That was management's view when the Chair of a major Corporation said they wanted board papers to be one page long with a maximum of 10 supporting “PowerPoint charts”.
But it has happened.
This Chair is not alone – other Boards that are sick of being inundated with massive, inconsistent and poorly thought out board papers are also moving toward one-pagers. They see this as a way of reducing the time and risks involved in untangling poorly prepared papers while supporting better discussion and decision making.
Here are the steps that this Chair took to achieve this “impossible” dream:
Got buy in
The Board needed to want to drive clarity and streamline board papers while ensuring all the corporate governance checks were met.
We ran workshops for all the senior team and their direct reports who authored board papers about simple approaches to structuring problem solving (to avoid the rubbish in rubbish out syndrome), synthesising ideas into a clear and compelling argument and creating a clear board paper and supporting exhibits. One of our clients has had the board members come and talk to the board paper authors about what they are looking for in a board paper and what their hot buttons are.
Got the Board aligned
We also explained our approach and thinking to the Board so they would know how to “read” the new board papers.
Agreed ground rules
These vary by board, but the basics are the same:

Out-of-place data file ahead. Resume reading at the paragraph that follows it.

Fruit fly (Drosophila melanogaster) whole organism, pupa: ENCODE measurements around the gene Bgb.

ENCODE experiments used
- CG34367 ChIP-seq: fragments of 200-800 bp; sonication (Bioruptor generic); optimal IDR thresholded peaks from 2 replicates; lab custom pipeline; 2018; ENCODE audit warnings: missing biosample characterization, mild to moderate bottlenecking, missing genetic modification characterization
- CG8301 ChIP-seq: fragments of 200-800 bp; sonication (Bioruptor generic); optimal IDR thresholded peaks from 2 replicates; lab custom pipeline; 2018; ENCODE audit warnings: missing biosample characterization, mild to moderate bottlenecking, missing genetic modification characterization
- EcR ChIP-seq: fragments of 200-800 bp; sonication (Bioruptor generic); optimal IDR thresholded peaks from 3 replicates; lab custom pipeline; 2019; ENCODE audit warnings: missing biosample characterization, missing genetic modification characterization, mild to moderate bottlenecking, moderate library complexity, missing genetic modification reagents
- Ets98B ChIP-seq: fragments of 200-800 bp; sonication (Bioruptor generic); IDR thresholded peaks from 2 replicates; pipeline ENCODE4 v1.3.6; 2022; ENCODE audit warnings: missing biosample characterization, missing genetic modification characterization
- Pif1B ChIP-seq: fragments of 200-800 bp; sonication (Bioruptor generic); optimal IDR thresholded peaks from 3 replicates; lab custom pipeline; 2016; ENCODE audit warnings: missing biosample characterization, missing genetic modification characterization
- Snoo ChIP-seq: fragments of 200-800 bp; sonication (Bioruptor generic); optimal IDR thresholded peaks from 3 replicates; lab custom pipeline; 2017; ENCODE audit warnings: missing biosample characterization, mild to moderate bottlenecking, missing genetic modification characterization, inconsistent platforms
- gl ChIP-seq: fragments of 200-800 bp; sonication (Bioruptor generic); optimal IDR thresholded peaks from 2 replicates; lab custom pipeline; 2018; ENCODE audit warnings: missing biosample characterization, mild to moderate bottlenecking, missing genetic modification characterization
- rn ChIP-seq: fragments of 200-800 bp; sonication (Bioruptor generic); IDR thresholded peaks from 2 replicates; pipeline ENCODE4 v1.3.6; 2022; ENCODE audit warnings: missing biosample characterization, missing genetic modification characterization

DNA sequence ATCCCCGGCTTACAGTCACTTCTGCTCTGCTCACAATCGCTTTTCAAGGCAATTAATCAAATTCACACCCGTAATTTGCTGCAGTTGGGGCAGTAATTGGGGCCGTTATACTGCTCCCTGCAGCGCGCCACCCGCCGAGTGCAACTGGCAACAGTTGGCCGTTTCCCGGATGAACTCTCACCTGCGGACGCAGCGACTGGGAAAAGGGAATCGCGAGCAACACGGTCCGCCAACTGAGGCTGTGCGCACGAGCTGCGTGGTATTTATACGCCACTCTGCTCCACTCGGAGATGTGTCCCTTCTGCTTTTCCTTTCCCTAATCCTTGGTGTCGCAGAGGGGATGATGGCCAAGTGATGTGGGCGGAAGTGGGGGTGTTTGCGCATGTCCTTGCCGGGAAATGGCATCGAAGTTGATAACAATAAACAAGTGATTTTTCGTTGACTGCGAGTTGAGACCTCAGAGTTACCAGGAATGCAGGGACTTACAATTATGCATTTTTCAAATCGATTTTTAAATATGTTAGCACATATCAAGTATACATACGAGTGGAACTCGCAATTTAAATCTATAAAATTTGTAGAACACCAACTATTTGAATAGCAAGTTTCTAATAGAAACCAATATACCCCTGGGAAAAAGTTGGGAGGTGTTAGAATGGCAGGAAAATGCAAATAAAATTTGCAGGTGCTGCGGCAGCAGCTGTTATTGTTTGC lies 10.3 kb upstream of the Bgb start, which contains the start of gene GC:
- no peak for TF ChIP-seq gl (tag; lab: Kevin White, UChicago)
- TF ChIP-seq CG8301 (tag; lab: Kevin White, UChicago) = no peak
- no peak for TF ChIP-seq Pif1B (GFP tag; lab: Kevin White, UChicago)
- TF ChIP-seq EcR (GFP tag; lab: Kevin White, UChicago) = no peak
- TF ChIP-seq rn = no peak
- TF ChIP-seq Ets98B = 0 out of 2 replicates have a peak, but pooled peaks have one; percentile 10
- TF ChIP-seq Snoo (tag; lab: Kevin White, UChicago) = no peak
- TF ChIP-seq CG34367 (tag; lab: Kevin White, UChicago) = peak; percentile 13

- Every board paper author must produce a “storyline” for their board paper.
- Every board paper must conform to the agreed format and length. Some Boards include these in the board paper itself as an executive summary
- The storyline needs to be signed off with the senior level sponsor
Shared the love
It's important to share the learning across all board paper authors and also to share examples of great board papers that others can use as a model.
The result – clearer board papers and more time spent of discussing the right issues!
Here is what a one-page board paper might look like:
Note. Since this was written a number of large organisations we work with have been whittling down the length of their papers. BHP Billiton, for example, is now working down from four pages to two.
To learn how to build storyline one-pagers like this – and to cut to the chase in your own communication – explore the Clarity First Program.
This post was originally drafted by Gerard Castles, co-author of The So What Strategy and also a director with me at Clarity Thought Partners.
Gerard has helped clients prepare high-stakes communication for around 25 years in Australia, Asia Pacific, the US and the UK. His advice is highly sought after by senior managers large Australian corporates in particular, who appreciate his intense focus on logic, structure and clarity. He learned his craft as a communication specialist at McKinsey & Company.